It is important to note that certain colors are used to reinforce the information involved. Most of the sites are in a normal condition. They are in a green color (colors not shown in the Figures). The warning sites (Rooms 228 and 208) are shown in a yellow color and the critical site, Room 221, is shown in a red color. In addition, the title bar 57 of the Critical Emergency window 56 has a red background. The title bar 58 of theIn Progress window 50 has a red background when there is a critical item inthat window, a yellow background when there are only warning items in that window and a green background when the window is empty. In addition, the red room icon 52 will be a flashing red in order to attract attention. However, the yellow room icons 53, 54 will not be flashing. In addition, the color purple is used to indicate a disconnect of the vital sign sensor. This purple color off-line warning is in response to a null signalfrom the medical monitor. A null signal from the monitor will cause the central server 16 to generate a disconnect signal which can provide a unique audio alarm 22 and a unique (purple) color designation for the title bars 57 in the pop-up window 56 and on the relevant room icon. The background of the title bar 61 on the FIG. 5 zoom-in display will also be purple.

If there is more than one alarm condition requiring a pop-up window 56, multiple windows 56 will be shown, overlaid and offset to provide the observer with an indication that there is a plurality of windows 56 and topermit access to each window by whatever accessing technique is employed such as the mouse click.

FIG. 4 indicates the screen display that could be called up for a particular room. This zoom-in screen display can be called up through a keyboard input of the room number or by an appropriate touch on the overview screen. FIG. 4 shows the non-alarm display for Room 221, corresponding to the FIG. 2 normal display condition. FIG. 5 shows the zoom-in display for the critical condition in Room 221, which critical condition is flagged by the FIG. 3 display. In FIG. 5, the BP (blood pressure) symbol 60 at the upper left is red and flashing indicating a critical condition. Each of the six vital signs is indicated in both analog and digital form. The patient is identified and the primary ailmentis indicated.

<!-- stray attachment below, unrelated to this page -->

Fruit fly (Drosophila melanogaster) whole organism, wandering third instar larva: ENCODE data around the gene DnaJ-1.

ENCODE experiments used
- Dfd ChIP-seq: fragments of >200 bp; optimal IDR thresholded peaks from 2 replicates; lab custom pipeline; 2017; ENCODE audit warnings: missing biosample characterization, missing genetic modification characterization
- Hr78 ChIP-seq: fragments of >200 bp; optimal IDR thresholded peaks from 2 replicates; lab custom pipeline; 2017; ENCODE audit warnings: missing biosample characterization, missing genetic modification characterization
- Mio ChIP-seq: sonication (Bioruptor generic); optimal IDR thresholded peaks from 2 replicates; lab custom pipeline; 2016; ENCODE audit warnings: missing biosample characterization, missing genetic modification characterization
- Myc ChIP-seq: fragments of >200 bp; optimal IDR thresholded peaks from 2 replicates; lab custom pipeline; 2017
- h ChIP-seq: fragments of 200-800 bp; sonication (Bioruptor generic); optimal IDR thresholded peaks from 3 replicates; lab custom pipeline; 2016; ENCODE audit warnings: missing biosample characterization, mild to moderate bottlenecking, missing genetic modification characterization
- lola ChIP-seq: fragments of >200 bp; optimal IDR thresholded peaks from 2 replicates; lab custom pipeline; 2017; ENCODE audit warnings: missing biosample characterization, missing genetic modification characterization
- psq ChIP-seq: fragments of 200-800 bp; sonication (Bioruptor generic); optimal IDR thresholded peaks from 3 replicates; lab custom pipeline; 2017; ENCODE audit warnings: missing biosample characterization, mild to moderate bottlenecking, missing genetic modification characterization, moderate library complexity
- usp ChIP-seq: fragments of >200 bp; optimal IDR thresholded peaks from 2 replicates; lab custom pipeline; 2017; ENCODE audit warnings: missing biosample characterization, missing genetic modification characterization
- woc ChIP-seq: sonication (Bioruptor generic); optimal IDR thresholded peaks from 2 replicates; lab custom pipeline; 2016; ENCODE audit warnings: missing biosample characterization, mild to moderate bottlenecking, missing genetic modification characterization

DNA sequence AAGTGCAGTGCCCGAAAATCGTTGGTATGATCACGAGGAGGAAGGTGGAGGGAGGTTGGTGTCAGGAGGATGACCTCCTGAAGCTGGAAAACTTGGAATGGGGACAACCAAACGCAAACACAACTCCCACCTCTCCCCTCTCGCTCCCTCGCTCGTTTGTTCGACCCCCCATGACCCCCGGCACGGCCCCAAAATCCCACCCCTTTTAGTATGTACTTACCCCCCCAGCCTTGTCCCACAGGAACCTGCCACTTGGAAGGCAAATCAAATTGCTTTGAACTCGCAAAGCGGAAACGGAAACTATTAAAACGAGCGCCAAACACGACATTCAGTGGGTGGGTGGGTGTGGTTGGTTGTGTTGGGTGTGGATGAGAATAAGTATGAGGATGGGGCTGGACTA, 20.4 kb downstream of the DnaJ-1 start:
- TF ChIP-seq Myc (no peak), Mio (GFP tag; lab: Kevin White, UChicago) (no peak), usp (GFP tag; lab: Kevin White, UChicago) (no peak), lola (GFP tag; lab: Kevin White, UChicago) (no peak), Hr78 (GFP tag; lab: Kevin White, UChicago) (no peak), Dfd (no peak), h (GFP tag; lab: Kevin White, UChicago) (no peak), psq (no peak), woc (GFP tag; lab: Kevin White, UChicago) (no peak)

In the normal FIG. 4 condition, the title bar 61 has a green background color and the icons indicating the various vital signs are green providingthe vital signs are within the normal range. This use of green for normal condition helps to make sure that the yellow and red for lesser and greater level of emergency conditions stand out when they do occur. In FIG. 5, not only is the BP icon 60 red and flashing but the left column 62representing diastolic pressure in analog form is also red and flashing. The rest of the vital sign icons and analog bar graphs are a normal green color representing a non-emergency condition.

This display arrangement shown in FIGS. 2 through 5 provides a useful trade-off of selection and focus in real time against a more comprehensivedata presented in a less focused fashion and/or not being in real time.

Thus the overview screen of FIGS. 2 and 3 provides a real time indication that there is an emergency, where it is occurring, how severe the emergency is (that is, whether it is at a warning level or a critical level) and which type of vital sign function is out of line. The overview screen also provides a geographic presentation of where the emergency is.

The zoom-in screen (single site screen) of FIGS. 4 and 5 also provides all information in real time. However, it displays all of the functions and not only the function that is out of normal range. Furthermore, the zoom-in screen displays data in both digital form and analog form.

Furthermore, all program screens display information in both digital and analog form, showing both a numeric and abstract representation. This provides an intuitive grasp of the information presented, eliminating the time lag, confusion, and user error associated with information which mustbe skillfully interpreted.

By limiting the vital signs monitored to six, it becomes possible and feasible to monitor a large number of sites. Thus the system is particularly adapted to the general hospital situation more than to the intensive care unit situation (ICU). In an ICU situation, very specific and individual monitoring of many other parameters and conditions may be involved. But the cost and complexity of doing such makes the ICU type of situation inappropriate and in fact not used in the general hospital situation. More particularly, it is also the depth of information gatheredfrom each sign that increases the data required dramatically, not just the number of signs monitored. The transmission and analysis of wave forms is what requires hundreds of times more processing power. However, it is useful only for a select few patients who are deemed critical enough to beplaced in the high-cost ICU monitoring area. The six vital signs themselvesare meaningful enough for most patients, and the number of patients who require this level of monitoring is a significant percentage of those occupying hospital rooms, a number many times greater than even the largest ICU's can handle.